HooDoo How We Do : St. Martin de Porres For Fighting Racial Injustice

HooDoo How We Do : St. Martin de Porres For Fighting Racial Injustice April 14, 2021

St. Martin de Porres
Statue of St Martin de Porres by Rodhullandemu. Licensed under CC 4.0

Saints and psalms are the backbone of Hoodoo practice, and for many practitioners St. Martin de Porres is one of the most important. This saints given name was Juan Martín de Porres Velázquez and he was born in Peru in 1579. Born of mixed race, he was the child of a Spaniard and a free Black woman. During his lifetime St. Martin de Porres studied medicine and went on to join the Dominicans as a lay brother in 1610. One of his most notable achievements was the opening of a school which bears his name.

After his passing there were said to be many miracles, and he went on to become patron of racial injustice, mixed race individuals, housekeepers, veterinarians, barbers, innkeepers, public education, and those who champion social justice. His feast day is celebrated on the anniversary of his death November 3rd.

Hoodoo practice calls on this saint for assistance with hardships, social and racial injustice, lost pets, and spiritual transformation. St. Martin de Porres can be honored in your home with candles, statues, oils and prayers. He is also said to be particularly partial to the herb rosemary.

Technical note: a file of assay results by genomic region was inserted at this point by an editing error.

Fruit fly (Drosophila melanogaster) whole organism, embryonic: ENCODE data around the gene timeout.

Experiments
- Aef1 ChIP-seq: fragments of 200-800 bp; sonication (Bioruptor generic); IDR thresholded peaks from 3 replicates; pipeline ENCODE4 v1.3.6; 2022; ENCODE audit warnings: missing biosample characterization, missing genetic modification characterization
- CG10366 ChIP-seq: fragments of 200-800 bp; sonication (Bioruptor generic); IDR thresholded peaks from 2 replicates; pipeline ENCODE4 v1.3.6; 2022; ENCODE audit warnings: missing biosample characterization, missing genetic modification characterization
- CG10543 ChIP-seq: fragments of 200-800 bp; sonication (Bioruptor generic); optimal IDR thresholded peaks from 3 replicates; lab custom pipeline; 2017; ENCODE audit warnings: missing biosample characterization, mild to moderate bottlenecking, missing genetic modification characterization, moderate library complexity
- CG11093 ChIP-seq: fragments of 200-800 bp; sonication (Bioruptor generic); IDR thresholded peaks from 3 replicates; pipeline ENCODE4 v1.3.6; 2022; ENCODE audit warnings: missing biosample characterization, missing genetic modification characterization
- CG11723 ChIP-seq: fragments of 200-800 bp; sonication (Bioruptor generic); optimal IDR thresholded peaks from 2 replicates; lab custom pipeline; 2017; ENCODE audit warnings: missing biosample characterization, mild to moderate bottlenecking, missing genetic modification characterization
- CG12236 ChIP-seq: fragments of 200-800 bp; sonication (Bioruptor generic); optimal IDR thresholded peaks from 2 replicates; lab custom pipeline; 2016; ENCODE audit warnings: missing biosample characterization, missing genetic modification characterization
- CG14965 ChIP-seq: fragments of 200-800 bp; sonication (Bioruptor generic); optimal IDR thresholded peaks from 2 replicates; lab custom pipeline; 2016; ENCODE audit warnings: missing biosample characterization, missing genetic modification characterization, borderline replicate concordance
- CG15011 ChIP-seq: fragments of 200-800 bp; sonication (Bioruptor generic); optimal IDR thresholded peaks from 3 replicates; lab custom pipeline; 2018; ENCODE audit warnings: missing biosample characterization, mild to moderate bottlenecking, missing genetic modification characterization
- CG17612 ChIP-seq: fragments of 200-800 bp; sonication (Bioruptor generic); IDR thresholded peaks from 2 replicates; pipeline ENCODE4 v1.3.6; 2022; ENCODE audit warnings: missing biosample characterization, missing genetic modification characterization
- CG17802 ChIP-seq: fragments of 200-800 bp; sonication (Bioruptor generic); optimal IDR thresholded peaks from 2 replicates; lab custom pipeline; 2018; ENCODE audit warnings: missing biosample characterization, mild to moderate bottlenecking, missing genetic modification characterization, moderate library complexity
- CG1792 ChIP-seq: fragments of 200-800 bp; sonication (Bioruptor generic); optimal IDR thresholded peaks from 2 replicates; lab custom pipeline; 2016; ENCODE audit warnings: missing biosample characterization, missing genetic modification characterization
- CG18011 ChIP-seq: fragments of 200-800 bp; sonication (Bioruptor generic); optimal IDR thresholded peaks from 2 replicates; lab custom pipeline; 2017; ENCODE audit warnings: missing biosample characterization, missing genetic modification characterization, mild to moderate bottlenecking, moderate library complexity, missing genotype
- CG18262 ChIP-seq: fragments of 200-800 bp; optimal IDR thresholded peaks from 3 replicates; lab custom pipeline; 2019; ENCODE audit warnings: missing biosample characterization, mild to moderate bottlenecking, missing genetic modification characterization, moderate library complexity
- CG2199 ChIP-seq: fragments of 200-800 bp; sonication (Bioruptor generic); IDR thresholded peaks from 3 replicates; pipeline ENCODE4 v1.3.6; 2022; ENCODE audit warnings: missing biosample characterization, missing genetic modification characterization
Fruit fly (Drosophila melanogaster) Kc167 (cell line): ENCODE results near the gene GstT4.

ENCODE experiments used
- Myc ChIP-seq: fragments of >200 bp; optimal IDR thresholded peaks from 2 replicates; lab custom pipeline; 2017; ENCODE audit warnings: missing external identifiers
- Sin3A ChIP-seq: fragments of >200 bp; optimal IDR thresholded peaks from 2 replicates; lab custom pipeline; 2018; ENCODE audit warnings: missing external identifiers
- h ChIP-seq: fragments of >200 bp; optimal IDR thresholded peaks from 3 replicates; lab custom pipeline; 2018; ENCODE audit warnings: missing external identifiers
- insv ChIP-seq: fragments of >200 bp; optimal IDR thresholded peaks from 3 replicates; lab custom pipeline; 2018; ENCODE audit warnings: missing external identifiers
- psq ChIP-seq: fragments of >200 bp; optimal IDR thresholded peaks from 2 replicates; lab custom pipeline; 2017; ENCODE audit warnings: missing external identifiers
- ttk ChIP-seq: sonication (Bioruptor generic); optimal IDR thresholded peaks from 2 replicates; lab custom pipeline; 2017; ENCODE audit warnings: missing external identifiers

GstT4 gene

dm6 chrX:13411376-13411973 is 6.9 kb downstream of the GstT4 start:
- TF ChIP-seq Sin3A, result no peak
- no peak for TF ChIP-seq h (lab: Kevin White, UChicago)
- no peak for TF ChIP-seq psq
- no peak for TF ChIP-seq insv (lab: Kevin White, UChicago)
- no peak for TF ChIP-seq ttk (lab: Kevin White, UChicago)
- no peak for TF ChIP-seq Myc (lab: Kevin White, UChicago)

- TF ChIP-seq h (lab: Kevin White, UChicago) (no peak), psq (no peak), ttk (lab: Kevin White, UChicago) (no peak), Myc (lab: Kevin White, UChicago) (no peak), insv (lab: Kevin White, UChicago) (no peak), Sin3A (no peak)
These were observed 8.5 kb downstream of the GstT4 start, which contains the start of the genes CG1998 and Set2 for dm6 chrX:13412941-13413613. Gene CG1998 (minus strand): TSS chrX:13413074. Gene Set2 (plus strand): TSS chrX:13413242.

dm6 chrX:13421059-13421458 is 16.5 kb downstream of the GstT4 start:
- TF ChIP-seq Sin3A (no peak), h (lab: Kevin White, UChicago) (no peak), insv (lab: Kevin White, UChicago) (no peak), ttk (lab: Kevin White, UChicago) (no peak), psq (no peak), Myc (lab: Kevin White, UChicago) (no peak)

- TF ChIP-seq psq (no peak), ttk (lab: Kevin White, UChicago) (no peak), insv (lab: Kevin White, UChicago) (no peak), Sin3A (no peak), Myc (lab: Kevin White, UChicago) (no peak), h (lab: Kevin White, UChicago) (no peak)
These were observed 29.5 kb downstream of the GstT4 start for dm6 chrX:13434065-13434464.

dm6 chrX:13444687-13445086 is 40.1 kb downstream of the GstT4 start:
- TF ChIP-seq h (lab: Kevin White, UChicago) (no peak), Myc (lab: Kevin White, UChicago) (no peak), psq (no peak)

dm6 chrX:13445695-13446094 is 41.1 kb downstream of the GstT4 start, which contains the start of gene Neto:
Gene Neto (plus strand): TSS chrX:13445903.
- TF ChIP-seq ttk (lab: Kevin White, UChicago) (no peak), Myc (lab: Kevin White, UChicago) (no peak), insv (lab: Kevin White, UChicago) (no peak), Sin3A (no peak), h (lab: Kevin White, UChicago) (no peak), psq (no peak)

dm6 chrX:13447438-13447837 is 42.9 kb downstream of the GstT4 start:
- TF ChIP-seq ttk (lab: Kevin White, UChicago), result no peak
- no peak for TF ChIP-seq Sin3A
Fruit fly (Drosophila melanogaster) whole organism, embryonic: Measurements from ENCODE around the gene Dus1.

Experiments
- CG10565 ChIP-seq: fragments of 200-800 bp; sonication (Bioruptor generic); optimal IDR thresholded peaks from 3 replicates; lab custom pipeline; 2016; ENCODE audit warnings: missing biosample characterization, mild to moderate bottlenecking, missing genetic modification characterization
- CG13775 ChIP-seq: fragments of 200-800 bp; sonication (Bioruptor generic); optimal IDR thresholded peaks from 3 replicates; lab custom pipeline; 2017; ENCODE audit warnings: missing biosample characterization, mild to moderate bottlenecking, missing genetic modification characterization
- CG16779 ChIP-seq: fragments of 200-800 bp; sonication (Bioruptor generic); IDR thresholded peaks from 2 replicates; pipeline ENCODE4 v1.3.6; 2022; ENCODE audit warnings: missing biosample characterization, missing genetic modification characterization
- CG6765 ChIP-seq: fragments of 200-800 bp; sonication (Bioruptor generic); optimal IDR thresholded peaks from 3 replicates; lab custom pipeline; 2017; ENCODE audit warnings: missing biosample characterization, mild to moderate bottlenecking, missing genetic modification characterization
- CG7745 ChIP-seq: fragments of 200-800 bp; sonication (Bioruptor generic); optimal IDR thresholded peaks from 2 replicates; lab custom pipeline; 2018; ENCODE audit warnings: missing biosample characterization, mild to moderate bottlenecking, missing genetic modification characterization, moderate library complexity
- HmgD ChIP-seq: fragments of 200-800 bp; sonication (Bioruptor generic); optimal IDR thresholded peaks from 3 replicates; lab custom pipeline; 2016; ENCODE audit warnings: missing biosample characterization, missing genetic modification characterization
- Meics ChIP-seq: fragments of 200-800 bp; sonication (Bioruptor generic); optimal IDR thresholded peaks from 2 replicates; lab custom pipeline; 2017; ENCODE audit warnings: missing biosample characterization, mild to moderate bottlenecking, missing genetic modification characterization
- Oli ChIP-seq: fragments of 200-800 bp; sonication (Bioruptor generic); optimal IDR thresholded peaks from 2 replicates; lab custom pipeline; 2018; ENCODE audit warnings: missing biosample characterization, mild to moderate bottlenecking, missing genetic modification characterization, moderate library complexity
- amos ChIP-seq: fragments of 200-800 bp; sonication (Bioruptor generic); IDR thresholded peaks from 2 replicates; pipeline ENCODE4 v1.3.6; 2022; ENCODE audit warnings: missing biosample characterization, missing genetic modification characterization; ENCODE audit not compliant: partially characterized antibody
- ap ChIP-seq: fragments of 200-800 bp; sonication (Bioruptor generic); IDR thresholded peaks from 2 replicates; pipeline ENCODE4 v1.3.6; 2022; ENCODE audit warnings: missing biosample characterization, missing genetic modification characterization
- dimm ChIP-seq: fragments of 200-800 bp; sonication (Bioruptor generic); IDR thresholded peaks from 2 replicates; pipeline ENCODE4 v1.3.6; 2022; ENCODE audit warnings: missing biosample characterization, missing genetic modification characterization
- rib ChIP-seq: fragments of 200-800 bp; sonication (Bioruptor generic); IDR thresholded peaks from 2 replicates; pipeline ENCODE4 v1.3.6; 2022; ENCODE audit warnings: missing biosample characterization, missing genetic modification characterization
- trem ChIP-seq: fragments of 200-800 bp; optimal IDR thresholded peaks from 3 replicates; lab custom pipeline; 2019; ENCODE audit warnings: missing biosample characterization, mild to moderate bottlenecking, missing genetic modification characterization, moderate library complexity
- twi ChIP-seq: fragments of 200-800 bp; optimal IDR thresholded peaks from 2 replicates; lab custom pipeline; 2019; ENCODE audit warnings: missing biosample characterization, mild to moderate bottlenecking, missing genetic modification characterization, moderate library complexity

Like so many of us I spent the week thinking and praying about George Floyd, Daunte Wright, Patrick Warren, Quawan Charles, Rayshard Brooks, Fred Hampton, Breonna Taylor, Emmett Till, and all the others, and realizing justice has never been so necessary.

The world renowned Original Botanica provides the following prayer for him:

Saint Martin de Porres,
your concern and charity embraced
not only your needy brethren,
but also the animals of the field.
You are a splendid example of charity;
we thank and praise you.
From above,
hear the requests of your needy brethren.


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About Lilith Dorsey
Lilith Dorsey M.A. , hails from many magickal traditions, including Afro-Caribbean, Celtic, and Indigenous American spirituality. Their traditional education focused on Plant Science, Anthropology, and Film at the University of R.I, New York University, and the University of London, and their magickal training includes numerous initiations in Santeria also known as Lucumi, Haitian Vodoun, and New Orleans Voodoo. Lilith Dorsey is also a Voodoo Priestess and in that capacity has been doing successful magick since 1991 for patrons, is editor/publisher of Oshun-African Magickal Quarterly, filmmaker of the experimental documentary Bodies of Water :Voodoo Identity and Tranceformation,’ and choreographer/performer for jazz legend Dr. John’s “Night Tripper” Voodoo Show. They have long been committed to providing accurate and respectful information about the African Traditional Religions and are proud to be a published Black author of such titles as Voodoo and Afro-Caribbean Paganism, 55 Ways to Connect to Goddess, The African-American Ritual Cookbook, Love Magic, Orishas, Goddesses and Voodoo Queens, and the newly released Water Magic. You can read more about the author here.
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